What Does Organizing Look Like?

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What Does Organizing Look Like?

by Yian Saechao and Justin Sipoloa, Youth Organizers

As growing baby organizers, we have been on a journey to truly organize and empower our youth. Why? Because the youth are our future, and we need to invest to build them up. This means we constantly assess how our organizing connects with the broader fight for justice, and vice versa. Often in our work, we seek to gain moral power by changing and shaping narratives to tell the truth about our communities’ lived experiences. While it is a powerful tool we have in our fight for justice, we recognize moral power is not enough – especially when the oppressive forces we fight against also work to constantly change the narrative of our people, and still hold the power to make decisions that negatively impact our lives. For us, building real people power and making change happen means moving beyond moral power.

Yes, moral power offers us the important narratives and truths of our communities, but narratives themselves are not the end goal. Moral power alone will not overcome institutional authority, electoral infrastructure, mass communications, corporate lobbyists, or dominant ideologies. So while narratives get us stories and funding, in the end, where we put our money and resources highly matters. And this is where youth organizing comes in.

As organizers, we believe every person has something to offer in the movement, and it’s on us to invest funds, time, and energy in youth organizing to develop our youth into the leaders of tomorrow. That is the only way to sustain the movement as youth become older adults, and older adults become elders. On the flip side, the movement becomes stagnant if we don’t build, believe, trust, and uplift our youth.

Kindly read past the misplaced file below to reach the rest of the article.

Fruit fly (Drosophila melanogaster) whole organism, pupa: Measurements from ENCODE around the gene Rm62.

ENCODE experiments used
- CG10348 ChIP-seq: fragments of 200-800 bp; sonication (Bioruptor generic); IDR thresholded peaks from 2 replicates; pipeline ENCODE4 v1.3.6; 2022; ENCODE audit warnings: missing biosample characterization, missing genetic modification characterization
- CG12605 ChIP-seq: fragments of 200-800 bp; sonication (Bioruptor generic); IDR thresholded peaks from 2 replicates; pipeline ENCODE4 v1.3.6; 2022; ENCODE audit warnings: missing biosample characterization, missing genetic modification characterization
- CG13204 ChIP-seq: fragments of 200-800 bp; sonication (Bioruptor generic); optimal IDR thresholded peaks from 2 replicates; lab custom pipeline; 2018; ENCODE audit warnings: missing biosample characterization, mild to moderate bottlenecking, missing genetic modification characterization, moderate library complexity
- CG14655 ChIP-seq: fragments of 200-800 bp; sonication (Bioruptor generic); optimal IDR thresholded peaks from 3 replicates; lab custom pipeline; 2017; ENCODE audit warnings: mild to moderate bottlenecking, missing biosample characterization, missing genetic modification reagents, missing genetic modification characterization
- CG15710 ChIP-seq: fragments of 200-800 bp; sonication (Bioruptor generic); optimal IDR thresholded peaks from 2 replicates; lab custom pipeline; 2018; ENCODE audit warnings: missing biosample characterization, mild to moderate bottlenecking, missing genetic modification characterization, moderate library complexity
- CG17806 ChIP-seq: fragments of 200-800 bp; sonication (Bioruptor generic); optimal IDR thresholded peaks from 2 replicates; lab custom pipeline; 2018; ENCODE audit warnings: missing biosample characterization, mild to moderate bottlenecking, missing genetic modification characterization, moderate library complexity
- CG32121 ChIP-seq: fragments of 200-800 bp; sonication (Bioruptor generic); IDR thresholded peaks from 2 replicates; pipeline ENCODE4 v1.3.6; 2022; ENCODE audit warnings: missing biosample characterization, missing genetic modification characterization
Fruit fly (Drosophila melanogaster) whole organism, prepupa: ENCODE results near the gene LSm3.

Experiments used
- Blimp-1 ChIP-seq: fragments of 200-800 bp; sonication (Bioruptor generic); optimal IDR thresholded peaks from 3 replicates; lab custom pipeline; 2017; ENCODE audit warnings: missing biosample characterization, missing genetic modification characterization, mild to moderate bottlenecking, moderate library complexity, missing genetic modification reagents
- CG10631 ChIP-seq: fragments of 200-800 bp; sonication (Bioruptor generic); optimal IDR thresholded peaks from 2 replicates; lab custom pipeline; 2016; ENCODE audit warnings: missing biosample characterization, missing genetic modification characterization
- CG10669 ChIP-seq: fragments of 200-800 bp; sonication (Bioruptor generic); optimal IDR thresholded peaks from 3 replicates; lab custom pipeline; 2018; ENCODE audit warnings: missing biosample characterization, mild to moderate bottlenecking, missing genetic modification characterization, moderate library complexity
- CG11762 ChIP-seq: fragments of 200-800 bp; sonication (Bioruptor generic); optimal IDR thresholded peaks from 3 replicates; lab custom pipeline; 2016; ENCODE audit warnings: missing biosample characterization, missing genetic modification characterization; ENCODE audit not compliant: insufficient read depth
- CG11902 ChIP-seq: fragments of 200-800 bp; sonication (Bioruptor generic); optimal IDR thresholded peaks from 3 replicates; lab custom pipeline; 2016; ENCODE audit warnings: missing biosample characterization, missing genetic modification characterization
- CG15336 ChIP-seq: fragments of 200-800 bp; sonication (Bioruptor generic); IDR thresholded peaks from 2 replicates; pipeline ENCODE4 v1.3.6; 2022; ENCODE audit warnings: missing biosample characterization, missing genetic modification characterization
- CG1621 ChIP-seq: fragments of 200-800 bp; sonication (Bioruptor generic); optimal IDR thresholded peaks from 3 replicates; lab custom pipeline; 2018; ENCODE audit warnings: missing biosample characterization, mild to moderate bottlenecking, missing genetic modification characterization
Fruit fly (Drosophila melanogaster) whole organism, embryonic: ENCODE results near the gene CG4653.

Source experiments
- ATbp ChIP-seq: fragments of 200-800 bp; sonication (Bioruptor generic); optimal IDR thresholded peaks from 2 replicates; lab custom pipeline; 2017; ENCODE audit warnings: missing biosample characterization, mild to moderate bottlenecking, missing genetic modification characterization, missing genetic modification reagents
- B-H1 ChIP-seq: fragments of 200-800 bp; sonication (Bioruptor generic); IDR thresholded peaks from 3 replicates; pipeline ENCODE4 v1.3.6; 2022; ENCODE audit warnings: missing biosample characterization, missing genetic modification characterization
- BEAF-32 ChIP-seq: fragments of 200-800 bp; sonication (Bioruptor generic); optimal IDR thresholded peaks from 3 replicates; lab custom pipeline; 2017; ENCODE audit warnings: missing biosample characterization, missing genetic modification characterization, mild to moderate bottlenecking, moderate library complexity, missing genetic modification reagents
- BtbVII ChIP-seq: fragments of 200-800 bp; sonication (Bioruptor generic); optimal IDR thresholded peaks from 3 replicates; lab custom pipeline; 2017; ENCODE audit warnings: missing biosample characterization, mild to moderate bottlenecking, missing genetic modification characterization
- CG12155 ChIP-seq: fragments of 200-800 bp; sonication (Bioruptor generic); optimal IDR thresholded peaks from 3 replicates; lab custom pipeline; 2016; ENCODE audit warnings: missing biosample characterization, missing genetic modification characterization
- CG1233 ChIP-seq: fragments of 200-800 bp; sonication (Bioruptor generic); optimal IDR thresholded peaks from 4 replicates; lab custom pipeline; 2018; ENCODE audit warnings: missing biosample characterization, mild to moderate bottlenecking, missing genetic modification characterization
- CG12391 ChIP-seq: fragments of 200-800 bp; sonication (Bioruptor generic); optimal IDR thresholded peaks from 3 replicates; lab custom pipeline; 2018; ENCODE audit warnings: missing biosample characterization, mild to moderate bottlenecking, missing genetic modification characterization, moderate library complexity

As we grow, investing in our community means:

  • Meeting consistently to build deep relationships and safe community space,
  • Developing individuals intentionally in ways that connect to the larger movement,
  • Valuing individuals with appropriate compensation and financial/resource investment,
  • Asking questions that provide organizers with community-centered guidance,
  • Listening to community for solutions, and working with our community to push for the justice they seek.

So what does that look like?

  1. BASE BUILDING. Build trust and relationships, get to know personal experiences and struggles, understand our histories and ties, and make connections.
  2. LEADERSHIP DEVELOPMENT. Facilitate political education of our base, develop individual skills, and deepen relationships to move work that reflects our base’s dreams.
  3. CAREER & LIFE OPPORTUNITIES. Hand the reigns over to those most affected so that our base put their skills and life experience to practice.

This past year, APANO’s youth organizing base transformed into two groups: Oregon Nesian Youth for Change in Society (ONYCS) and Asian Leaders for the Liberation of Youth (ALLY). The separation recognizes Pacific Islander and Asian youth experience school, work, and life differently. Here’s what our 2017 looked like:

May: ONYCS is formed and named (Oregon Nesian Youth for Change in Society)

12-17 members

Pacific Islander Clubs at 5 schools: Roosevelt, Franklin, Parkrose, Jefferson, David Douglas

October: 24 ONYCS youth traveled to attend UPRISE Summit in Seattle

The”A” in ALLY changes from API to Asian, and members attended Spring/Summer retreats to figure out their vision for 2018

20-38 members

ALLY base from 4 schools: Franklin, Madison, David Douglas, Cleveland

August: 9 ALLY youth coordinated and attended first ever National Asian Youth Organizing Summit

By | 2018-01-26T17:21:19+00:00 January 26th, 2018|Members, News & Events, Organizing|